Customer Data Platform

What is a Customer Data Platform?

A customer data platform (CDP) is a software tool that helps businesses consolidate customer data from multiple sources into a single, unified database. It accomplishes this by integrating with the company’s entire tech stack, including CRM, website, email marketing, live chat, helpdesk tools, and any other system that’s part of the customer journey.

The CDP acts as a single source of truth for sales, marketing, and support teams.

  • Sales teams use its insights to send targeted content and personalized offers during lead nurturing and conversion processes.
  • Marketers use them to segment audiences, personalize shopping experiences, and retarget customers with relevant campaigns.
  • Support teams use them to route tickets to the right personnel, anticipate customer needs, and provide timely support based on next-best actions.

The first-party data CDPs ingest and analyze gives businesses unprecedented insight into their customers’ preferences, buying behaviors, and engagement activities. Using predictive analytics and segmentation tools, it also allows them to create personalized experiences for each customer.


  • CDP
  • Customer data management platform
  • Cloud-based customer data platform

Customer Data Challenges

According to Neilsen’s annual marketing report, 86% of marketing leaders at medium- and large-sized organizations consider first-party data to be the single most important aspect of a company’s media strategy. 64% of customers expect personalized engagement based on their previous interactions with a brand. And data-driven businesses are 23x likelier to acquire new customers.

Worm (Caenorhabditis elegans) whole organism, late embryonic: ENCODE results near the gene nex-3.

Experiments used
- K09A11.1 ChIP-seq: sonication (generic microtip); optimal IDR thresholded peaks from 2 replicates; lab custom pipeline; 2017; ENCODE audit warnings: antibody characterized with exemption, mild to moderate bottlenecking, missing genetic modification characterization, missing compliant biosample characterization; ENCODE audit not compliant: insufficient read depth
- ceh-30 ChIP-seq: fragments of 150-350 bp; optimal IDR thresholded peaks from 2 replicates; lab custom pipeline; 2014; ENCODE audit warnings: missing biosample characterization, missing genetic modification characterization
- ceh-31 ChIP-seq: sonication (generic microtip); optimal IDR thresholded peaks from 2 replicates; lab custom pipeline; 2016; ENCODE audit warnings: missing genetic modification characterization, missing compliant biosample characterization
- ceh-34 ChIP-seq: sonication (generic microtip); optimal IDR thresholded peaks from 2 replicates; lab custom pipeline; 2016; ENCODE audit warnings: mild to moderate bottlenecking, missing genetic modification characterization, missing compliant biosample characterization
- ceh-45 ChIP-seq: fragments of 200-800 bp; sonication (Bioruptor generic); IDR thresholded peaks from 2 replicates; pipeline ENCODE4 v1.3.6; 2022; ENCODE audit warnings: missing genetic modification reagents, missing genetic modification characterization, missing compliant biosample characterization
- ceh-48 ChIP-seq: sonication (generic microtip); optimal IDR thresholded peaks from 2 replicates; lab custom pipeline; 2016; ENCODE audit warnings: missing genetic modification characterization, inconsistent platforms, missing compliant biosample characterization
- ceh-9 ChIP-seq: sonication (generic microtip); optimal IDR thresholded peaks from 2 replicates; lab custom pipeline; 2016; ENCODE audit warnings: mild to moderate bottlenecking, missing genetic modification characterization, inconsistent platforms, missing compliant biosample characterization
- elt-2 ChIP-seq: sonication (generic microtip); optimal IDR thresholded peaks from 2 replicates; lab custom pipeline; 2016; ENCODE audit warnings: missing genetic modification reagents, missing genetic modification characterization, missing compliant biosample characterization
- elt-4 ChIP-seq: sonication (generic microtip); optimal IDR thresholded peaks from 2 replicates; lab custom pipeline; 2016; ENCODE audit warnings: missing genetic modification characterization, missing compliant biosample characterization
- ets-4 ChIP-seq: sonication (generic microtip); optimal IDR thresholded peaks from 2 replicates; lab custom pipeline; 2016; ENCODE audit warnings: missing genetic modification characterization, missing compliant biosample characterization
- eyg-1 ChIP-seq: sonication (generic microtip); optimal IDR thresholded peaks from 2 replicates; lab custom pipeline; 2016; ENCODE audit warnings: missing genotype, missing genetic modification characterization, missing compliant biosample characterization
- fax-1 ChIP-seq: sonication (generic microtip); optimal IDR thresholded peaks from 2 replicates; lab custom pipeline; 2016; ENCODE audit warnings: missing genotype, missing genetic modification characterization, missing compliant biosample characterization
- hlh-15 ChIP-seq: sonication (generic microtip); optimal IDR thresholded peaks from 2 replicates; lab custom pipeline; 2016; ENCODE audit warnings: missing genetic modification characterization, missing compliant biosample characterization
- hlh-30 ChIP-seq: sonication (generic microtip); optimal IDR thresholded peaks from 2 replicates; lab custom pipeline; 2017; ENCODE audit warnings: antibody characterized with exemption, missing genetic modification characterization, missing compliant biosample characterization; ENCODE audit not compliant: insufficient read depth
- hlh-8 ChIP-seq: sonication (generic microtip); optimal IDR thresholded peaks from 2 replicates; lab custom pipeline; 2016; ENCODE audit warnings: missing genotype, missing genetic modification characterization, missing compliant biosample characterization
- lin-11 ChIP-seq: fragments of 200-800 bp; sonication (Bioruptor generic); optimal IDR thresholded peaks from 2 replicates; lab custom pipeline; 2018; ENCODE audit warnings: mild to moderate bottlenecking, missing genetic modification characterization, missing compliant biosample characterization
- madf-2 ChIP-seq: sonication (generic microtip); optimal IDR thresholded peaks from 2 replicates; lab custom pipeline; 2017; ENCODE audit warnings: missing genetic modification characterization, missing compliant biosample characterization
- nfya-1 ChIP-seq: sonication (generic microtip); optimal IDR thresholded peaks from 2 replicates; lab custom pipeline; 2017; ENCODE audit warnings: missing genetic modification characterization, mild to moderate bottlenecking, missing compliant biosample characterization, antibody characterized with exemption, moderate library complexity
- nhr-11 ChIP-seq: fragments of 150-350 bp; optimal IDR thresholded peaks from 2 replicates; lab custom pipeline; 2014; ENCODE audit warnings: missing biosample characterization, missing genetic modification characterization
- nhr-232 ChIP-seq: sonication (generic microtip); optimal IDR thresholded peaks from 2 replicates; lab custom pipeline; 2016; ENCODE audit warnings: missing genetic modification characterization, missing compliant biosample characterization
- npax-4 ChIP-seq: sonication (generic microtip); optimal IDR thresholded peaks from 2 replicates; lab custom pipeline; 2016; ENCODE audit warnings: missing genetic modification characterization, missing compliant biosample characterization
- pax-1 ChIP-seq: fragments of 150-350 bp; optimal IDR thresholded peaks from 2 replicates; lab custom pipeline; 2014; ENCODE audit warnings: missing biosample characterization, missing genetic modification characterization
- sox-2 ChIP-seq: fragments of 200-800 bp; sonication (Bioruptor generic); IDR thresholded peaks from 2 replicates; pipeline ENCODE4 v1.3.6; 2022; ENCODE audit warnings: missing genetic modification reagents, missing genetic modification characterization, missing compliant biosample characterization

But, especially as companies grow their customer bases, the sheer amount of data is enough to cause issues.

Lack of Data Synchronization

Unfortunately, many companies struggle to use their customer data effectively due to siloed systems and isolated datasets. This makes it difficult for them to identify trends, pinpoint new sales opportunities, and understand what motivates their customers.

The main reason for this is that many companies struggle with integration problems. Different departments use different (often disparate) systems. Without a tool to synchronize them, customer data remains scattered and fragmented.

Data Hygiene Issues

Incomplete, incorrect, and duplicate data makes it impossible to create a unified customer profile. Part of the reason so many companies struggle with their data management is that they lack an efficient way to reconcile customer data across multiple sources.

The biggest business risk when it comes to data hygiene issues is misinformed high-level busienss decisions. When company leaders trust analytics results from poorly maintained data, they head in the wrong direction. They end up making decisions that are completely misaligned with customer preferences.

Lack of Actionable Data Insights

A June 2022 Forrester study commissioned by Amperity revealed dozens of things about how organizations utilize their data. Data shortage wasn’t a noteworthy problem. The ability to glean insights from it, however, was.

77% of decision-makers believe they underutilize the customer data they currently have access to. 76% struggle to streamline their data in a way that produces actionable insights. And 79% say they struggle to take action on their customer data in real-time.

Misaligned Marketing and Sales Teams

The abovementioned Forrester study also uncovered a critical issue in the modern company’s ability to share data and move forward as a single unit. 64% say they have significant difficulty sharing data across departments and collaborating to create personalized experiences.

The main challenge with personalization in general is the need for consistency for it to work. All customer touchpoints need to be connected with a single customer profile to ensure customers experience consistent, relevant interactions with the brand. When marketing and sales teams can’t share data and cooperate to deliver this type of personalized experience, customer loyalty suffers.